Mortgage Rates Abruptly Higher as Fed Anxiety Builds
Mortgage rates had been holding their breath and waiting calmly for Thursday's big announcement from the Fed. Today saw the breath-holding come to an end as the true anxiety set in. There are plenty of explanations for today's relatively sharper market movements online and on the TV, but let's not over-complicate things.
Market sentiment is easily anthropomorphized, so think about how humans might behave and react as an event with tremendous stakes approached. Even if most people could contain their anxiety right up until the event itself, we've also witnessed a great many people who grow increasingly edgy on the approach. Some level of increasing anxiety is perfectly normal. It could be expressed in several different ways, but certainly we've all seen (or perhaps 'been') the person who "just has to get out of here."
This roughly characterizes quite a few investors in the bond markets that determine mortgage rates. They want to get to the sidelines before the Fed. As far as bond markets are concerned "sidelines" means "selling bonds," which in turn implies higher rates. These extra anxious folks had an outsized effect on rates today, largely because the high-anxiety among the rest of the marketplace didn't make anyone feel like buying extra bonds right now. All sellers and few buyers means prices tumble and rates rise.
The damage varied by lender, but in almost any case, conventional 30yr fixed rate quotes are back up to 4.0% at least. Even after today's losses, the lock/float decision remains this simple: if you're not willing to take a massive roll of the dice by floating all the way to Friday, you should already be locked.
Loan Originator Perspective
"We are seeing a defensive position taken today by bond traders leaving interest rates higher day over day. If multi-billion dollar bond traders are hedging their bets and taking an approach that rates will rise, I would think we should follow suit. Locking to protect whats still available is the only intelligent action today. Speculating that rates will improve is not a losers bet, but certainly one that is clearly too risky today. Depending on your time line to close you can potentially play the game, but loans closing inside of 45 days should be taking defensive action today and locking." -Constantine Floropouos, Quontic Bank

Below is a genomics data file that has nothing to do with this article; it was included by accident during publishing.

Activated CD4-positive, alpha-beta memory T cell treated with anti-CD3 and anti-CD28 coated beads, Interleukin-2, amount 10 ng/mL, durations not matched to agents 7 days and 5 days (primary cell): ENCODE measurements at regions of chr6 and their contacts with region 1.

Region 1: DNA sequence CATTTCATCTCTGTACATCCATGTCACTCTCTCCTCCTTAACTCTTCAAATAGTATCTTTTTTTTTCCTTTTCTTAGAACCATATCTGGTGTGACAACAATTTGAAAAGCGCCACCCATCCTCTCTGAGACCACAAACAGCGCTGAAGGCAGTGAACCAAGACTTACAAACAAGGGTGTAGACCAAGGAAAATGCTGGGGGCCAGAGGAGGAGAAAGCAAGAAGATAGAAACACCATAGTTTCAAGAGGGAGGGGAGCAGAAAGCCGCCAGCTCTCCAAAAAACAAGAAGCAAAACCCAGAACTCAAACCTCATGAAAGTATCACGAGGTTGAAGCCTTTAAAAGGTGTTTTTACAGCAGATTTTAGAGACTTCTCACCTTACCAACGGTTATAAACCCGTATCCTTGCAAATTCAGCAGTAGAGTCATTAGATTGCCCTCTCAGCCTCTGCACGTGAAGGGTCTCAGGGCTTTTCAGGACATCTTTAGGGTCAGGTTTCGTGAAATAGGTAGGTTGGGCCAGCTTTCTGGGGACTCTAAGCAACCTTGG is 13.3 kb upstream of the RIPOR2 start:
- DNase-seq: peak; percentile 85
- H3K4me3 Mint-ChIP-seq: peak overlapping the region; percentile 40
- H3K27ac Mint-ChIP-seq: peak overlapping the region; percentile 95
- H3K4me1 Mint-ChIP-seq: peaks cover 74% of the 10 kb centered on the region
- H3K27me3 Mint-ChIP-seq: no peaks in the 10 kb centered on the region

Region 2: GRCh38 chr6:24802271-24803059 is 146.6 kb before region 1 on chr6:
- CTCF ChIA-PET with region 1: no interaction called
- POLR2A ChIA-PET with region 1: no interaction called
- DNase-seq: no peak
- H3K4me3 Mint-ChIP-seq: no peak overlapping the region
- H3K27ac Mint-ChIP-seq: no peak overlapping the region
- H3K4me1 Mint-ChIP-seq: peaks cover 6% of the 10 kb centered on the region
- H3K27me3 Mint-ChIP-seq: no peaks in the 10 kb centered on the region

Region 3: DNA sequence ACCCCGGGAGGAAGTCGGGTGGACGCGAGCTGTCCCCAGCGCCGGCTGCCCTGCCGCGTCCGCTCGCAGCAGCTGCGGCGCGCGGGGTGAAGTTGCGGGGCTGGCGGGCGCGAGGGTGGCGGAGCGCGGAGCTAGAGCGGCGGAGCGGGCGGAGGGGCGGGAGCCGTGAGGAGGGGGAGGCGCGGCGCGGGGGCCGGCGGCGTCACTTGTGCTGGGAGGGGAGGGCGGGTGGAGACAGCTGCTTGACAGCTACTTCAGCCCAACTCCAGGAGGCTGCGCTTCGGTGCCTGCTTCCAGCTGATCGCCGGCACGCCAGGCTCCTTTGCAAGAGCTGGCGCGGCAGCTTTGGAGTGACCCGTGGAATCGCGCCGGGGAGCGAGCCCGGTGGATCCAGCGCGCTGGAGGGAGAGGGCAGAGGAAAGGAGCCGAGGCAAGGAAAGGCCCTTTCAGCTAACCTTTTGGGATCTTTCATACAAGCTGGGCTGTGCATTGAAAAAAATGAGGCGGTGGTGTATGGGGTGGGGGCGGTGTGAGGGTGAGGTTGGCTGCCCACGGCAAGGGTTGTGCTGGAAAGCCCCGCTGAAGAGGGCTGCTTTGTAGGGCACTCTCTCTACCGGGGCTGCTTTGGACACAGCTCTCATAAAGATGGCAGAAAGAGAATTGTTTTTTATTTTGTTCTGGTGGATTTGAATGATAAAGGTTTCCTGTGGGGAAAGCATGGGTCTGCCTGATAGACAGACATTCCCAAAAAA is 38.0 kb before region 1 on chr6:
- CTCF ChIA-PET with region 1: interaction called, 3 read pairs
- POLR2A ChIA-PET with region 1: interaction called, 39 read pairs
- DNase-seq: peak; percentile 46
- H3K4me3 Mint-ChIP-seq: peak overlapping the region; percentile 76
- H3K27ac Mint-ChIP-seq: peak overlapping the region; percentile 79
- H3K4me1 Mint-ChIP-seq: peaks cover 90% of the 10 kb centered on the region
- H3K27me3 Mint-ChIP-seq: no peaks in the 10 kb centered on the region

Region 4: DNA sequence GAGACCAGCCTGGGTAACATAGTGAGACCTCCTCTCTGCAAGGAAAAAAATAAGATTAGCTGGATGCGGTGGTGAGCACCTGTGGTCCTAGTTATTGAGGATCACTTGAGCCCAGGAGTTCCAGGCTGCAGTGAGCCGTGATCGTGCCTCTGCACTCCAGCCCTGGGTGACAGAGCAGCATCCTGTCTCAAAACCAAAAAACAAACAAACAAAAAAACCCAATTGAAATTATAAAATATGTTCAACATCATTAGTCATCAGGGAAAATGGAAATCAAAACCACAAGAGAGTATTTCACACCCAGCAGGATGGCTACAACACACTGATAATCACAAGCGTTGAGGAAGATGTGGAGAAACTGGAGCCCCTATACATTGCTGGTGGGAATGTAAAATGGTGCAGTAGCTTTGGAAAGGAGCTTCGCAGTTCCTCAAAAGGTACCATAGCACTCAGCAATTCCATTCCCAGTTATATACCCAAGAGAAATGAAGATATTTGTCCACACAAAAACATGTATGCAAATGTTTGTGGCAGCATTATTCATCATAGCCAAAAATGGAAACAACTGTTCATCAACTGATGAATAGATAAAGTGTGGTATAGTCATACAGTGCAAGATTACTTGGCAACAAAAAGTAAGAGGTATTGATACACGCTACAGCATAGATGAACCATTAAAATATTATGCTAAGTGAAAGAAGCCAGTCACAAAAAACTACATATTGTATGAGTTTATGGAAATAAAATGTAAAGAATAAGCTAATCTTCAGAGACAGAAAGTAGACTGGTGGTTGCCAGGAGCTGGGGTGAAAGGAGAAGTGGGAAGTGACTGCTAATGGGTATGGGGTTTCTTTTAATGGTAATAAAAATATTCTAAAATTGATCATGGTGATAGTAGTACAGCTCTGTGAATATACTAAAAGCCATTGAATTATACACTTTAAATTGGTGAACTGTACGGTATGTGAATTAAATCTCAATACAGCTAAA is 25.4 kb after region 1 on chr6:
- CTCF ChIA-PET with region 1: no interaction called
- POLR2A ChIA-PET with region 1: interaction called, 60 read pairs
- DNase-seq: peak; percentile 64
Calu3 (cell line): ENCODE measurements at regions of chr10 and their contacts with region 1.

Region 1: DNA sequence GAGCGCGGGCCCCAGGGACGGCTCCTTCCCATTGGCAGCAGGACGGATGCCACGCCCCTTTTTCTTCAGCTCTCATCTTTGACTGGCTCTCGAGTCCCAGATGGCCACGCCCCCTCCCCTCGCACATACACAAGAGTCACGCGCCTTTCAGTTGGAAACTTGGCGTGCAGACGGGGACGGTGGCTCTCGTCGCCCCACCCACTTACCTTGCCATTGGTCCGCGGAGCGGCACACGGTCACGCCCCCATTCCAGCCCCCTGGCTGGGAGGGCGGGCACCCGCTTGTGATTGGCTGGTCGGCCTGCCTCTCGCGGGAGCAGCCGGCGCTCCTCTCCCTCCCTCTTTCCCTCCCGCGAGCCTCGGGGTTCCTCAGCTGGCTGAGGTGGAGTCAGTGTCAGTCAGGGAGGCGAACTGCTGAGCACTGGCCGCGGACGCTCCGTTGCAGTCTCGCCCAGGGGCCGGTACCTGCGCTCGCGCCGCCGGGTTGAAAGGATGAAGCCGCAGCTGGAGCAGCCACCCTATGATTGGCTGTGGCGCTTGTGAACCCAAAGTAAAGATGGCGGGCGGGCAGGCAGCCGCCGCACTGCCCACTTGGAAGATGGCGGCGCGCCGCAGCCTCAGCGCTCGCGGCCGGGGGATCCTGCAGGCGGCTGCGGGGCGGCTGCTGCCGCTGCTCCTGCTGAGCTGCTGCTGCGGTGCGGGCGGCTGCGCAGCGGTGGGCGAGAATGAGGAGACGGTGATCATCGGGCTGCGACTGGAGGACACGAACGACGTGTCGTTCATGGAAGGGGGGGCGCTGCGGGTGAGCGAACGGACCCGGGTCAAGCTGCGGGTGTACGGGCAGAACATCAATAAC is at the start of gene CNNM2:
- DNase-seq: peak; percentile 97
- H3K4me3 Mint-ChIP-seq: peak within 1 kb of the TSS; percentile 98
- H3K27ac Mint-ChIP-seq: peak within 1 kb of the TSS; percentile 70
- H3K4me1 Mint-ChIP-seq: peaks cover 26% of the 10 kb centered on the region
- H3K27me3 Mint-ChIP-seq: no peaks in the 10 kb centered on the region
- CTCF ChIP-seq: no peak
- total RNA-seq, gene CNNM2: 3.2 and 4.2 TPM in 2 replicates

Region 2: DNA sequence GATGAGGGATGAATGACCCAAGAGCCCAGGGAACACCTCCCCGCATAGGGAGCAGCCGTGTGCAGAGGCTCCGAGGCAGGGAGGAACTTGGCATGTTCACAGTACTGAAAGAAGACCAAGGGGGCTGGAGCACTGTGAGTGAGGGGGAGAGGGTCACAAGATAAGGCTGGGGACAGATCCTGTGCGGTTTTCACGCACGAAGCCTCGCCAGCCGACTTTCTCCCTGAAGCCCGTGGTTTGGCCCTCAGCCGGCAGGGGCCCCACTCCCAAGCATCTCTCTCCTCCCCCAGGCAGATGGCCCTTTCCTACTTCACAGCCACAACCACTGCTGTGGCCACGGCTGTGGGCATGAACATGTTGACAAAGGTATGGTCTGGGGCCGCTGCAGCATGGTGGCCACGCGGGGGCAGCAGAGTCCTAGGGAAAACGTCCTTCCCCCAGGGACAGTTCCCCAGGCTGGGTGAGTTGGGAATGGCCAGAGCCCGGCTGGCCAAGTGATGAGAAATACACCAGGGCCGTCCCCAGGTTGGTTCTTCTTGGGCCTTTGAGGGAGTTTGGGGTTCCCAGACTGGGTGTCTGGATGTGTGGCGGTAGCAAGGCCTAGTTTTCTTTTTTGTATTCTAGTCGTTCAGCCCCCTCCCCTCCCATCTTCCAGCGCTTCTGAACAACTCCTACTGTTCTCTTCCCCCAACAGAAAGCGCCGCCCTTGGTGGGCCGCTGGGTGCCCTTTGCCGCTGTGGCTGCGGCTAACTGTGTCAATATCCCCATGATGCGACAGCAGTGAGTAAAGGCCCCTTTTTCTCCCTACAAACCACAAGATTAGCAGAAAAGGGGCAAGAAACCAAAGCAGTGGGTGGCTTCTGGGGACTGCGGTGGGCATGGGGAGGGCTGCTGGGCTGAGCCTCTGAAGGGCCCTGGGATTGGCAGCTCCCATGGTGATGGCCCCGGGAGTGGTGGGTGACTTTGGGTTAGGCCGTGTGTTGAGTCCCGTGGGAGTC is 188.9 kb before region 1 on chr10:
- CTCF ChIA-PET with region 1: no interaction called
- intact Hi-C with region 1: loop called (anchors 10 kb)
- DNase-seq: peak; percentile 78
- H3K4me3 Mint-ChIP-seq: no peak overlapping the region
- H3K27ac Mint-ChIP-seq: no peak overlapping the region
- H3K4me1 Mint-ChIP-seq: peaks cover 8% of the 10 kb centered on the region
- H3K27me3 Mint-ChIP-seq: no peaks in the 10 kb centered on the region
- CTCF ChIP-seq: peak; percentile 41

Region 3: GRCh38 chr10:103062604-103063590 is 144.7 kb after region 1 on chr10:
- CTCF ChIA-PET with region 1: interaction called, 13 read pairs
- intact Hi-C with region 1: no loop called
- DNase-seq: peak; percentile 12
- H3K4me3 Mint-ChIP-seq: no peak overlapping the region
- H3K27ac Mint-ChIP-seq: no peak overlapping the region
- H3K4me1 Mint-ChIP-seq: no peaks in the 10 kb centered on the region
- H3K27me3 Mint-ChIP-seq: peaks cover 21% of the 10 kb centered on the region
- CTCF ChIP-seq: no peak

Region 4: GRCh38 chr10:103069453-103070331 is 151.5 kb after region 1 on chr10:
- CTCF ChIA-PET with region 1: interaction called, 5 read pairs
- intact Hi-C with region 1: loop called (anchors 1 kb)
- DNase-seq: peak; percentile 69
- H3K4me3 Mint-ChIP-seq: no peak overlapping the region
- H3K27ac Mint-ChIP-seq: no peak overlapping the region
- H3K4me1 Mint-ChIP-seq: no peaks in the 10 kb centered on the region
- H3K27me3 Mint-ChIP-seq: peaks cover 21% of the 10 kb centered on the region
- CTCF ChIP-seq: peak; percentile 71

Today's Best-Execution Rates
30YR FIXED - 4.0
FHA/VA - 3.75%
15 YEAR FIXED - 3.25%
5 YEAR ARMS - 2.75 - 3.25% depending on the lender
Ongoing Lock/Float Considerations
2015 began with a strong move to the lowest rates seen since May 2013. The catalyst was Europe and the introduction of European quantitative easing. Investors bet heavily the move lower in European rates and domestic rates benefited as well. But with those bets finally drying up in April and with the Fed seemingly intent on hiking rates in the US, May and June saw a sharp move back toward higher rates. The implicit fear is that global interest rates set a long term low in April, and have now begun a major move higher.
July said "not so fast" to that potential "big bounce." Some of the data began to suggest the Fed is still a bit too early in talking about raising rates in 2015--particularly, a lack of wage growth or any promising signs of inflation. But Fed proponents maintain that low inflation is a byproduct of temporary trends in the value of the dollar and the price of oil, and that once these factors level-off, inflation will ultimately return. That side of the argument suggests that inflation could increase too quickly if the Fed hasn't already begun normalizing interest rates.
With all of the above in mind, locking made far more sense for the entirety of May and June, and we were not shy about saying so. The second half of July saw that conversation shift toward one where multiple outcomes could once again be entertained. In other words, we went from "duck and cover!" to "let's see where this is going..."
Bottom line, locking is always the safest bet and it was the only bet from late April through early July. Since then, there's been room for other points of view. We should know a lot more about how valid those points of view are as August and September progress.
As always, please keep in mind that the rates discussed generally refer to what we've termed 'best-execution' (that is, the most frequently quoted, conforming, conventional 30yr fixed rate for top tier borrowers, based not only on the outright price, but also 'bang-for-the-buck.' Generally speaking, our best-execution rate tends to connote no origination or discount points--though this can vary--and tends to predict Freddie Mac's weekly survey with high accuracy. It's safe to assume that our best-ex rate is the more timely and accurate of the two due to Freddie's once-a-week polling method).
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